Drawing Out The Giggles Of Youth

ALICE STEINBACH

September 24, 1990|By ALICE STEINBACH

The elegant woman standing next to me at the Baltimore Museum of Art, the one who was laughing out loud, turned and apologized for her behavior. "There's just something about that piece of sculpture," she said, pointing to an arrangement of bronze blocks by artist Joel Shapiro, "that makes me feel happy."

I knew what she meant. I'd been smiling for the last 20 minutes -- ever since I stepped into the gallery and fell under the spell cast by Shapiro's enchanting sculptures.

The magic begins almost instantly as the impersonal blocks of wood and bronze rearrange themselves before your astonished eyes into . . . people! Somersaulting, marching, skating, breathing people! Standing there, watching these cocky, little caricatures of human-ness break out of their abstract prison is a bit like watching the Tin Man struggle to come alive in the Land of Oz.

The figures conjure up associations from childhood: building blocks, toy soldiers, stick figures, cartoon characters. And the feelings that spring to mind about Shapiro's art have equally to do with childhood; they summon forth from the nursery the pure emotions of pleasure, playfulness, joy.

And looking around the gallery the other day it was easy to spot the children who resided within the museum-going adults: They appeared, briefly, in the unguarded faces that watched as Shapiro's figures marched through the galleries, blocks of wood unconcerned about their funny, imperfect mimicry of real people.

I could, of course, go on about Joel Shapiro's sculpture but I'm reminded of something Edward Hopper said once on the folly of trying to explain art: "If you could say it in words," he observed, "there'd be no reason to paint or sculpt."

True enough. But the question that interests me even more than "trying to explain art" is why one particular work of art (or music or literature) evokes a strong response in you and another does not. It has nothing to do with the issue of what is great art and what is not. I leave to the critics the task of making such value judgments.

The Freudian spin, I suppose, is what I'm after. I wish I had a quote handy from some famous analyst or another which would set straight the psychological transaction between artwork and observer. But I don't. Which may be an indication of the difficulty of locating the roots of such a thing.

Often when I'm drawn to a work of art I find it has something to do with the shock of recognition. Which is to say: I recognize something in the work that is familiar to me.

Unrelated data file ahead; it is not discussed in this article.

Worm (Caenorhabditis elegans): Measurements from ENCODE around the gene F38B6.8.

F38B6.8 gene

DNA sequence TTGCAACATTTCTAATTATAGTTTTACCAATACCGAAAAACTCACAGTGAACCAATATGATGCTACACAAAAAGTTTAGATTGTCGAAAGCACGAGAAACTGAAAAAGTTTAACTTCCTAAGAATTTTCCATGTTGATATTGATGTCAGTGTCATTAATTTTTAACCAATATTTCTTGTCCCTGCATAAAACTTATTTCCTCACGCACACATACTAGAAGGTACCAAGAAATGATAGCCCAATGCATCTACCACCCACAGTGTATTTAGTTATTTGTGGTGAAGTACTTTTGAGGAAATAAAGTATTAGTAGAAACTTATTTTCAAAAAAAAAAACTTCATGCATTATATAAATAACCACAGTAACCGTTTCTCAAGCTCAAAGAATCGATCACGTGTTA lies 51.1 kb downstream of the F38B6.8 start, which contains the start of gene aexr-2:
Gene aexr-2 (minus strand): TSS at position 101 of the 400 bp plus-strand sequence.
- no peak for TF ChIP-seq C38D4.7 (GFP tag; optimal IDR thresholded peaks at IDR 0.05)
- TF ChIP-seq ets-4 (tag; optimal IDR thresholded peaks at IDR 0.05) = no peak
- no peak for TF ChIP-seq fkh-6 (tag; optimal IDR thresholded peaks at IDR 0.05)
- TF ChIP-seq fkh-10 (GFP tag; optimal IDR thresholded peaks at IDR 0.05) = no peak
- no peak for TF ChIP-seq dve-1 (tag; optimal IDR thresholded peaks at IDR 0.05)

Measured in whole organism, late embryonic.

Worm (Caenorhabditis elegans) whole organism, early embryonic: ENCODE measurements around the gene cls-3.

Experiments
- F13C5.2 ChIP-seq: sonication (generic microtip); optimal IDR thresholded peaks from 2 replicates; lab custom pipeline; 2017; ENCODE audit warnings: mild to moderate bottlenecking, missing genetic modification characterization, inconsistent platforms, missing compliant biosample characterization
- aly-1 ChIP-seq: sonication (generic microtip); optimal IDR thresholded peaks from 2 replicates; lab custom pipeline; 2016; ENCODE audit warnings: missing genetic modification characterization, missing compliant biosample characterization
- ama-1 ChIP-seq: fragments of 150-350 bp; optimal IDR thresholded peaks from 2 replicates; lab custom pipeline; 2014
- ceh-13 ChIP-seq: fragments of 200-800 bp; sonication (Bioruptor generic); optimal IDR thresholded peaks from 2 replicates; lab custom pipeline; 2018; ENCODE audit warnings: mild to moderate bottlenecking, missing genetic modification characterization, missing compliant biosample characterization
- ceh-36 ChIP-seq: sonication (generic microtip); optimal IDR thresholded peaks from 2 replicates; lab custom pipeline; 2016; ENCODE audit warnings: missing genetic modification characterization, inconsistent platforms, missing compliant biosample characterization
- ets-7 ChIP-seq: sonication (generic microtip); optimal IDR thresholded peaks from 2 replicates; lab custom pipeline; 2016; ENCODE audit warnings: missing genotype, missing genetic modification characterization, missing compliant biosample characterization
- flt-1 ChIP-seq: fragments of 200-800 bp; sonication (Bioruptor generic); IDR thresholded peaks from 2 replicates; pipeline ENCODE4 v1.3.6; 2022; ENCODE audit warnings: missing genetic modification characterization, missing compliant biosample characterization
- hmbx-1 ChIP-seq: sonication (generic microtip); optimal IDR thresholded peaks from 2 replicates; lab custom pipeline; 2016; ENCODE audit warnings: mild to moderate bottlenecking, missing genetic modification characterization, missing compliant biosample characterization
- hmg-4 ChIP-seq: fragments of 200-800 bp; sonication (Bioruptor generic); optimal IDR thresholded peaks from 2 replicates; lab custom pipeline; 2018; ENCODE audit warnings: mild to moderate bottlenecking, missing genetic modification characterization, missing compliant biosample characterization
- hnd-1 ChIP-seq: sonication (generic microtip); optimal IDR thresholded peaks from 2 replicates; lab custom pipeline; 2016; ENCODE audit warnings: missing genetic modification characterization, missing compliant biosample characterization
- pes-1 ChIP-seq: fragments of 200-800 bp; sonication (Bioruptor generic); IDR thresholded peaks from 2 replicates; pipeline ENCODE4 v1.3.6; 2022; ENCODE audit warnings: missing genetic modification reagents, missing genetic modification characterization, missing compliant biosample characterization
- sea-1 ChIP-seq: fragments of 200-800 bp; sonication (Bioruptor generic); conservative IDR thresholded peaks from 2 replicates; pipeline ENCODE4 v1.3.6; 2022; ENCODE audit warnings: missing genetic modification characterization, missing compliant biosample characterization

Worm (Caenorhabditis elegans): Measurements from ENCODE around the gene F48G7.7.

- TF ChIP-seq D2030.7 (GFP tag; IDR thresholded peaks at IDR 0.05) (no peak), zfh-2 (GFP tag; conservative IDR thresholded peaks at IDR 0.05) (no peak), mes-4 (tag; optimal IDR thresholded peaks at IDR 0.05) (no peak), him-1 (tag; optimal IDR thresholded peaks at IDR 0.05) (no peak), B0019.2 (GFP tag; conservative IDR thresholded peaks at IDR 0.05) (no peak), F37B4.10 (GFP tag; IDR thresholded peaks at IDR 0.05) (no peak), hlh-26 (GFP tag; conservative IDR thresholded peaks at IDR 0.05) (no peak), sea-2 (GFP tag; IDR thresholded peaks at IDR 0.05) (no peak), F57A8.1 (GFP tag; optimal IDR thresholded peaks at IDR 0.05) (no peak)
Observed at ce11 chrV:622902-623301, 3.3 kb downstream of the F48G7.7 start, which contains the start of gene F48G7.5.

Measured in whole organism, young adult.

Sometimes I can't identify what exactly it is. But I suspect it's a form expressed in painting or writing or music that corresponds to an important memory stored in my unconscious. And for whatever reason, the interaction between the two forms -- the close fit between the outer one and the inner one -- elicits from me a response that is simultaneously old and new, past and present, emotional and intellectual.

For about 10 years I worked in a museum, surrounded by great art. It was a time when my kids were young enough to need baby sitters and, often, when school was out I would take them to work with me. They were at a stage when they thought of TV as perhaps the greatest art form of our time. I remember how they hung out with the museum guards under the shadow of paintings by Matisse and Van Gogh and Rembrandt without seeming ever to notice the art.

And then came the moment: The older boy, about 12 at the time, found the glorious Matisse painting of a dog sleeping under a table. Who knows what clicked inside my son's head? All I know is that he came running through the museum to find me and tell me of his discovery of "the sleeping dog" -- as he called it.

Years later, while away at school, he would write from London of the wonders of that city's museums and galleries; of the glories of Constable and Turner. He ended the letter with this brief observation, a note written by that 12-year-old inside him and handed to me across the years: "The paintings here are almost -- but not quite -- as wonderful as the sleeping dog!"

By the way, did I mention that one of Shapiro's figures looks like it's trying to stand on its head? As a kid I must have tried that stunt a million times. Always unsuccessfully. And you know what? I found out the other day, after my visit to the museum, that I still can't stand on my head.

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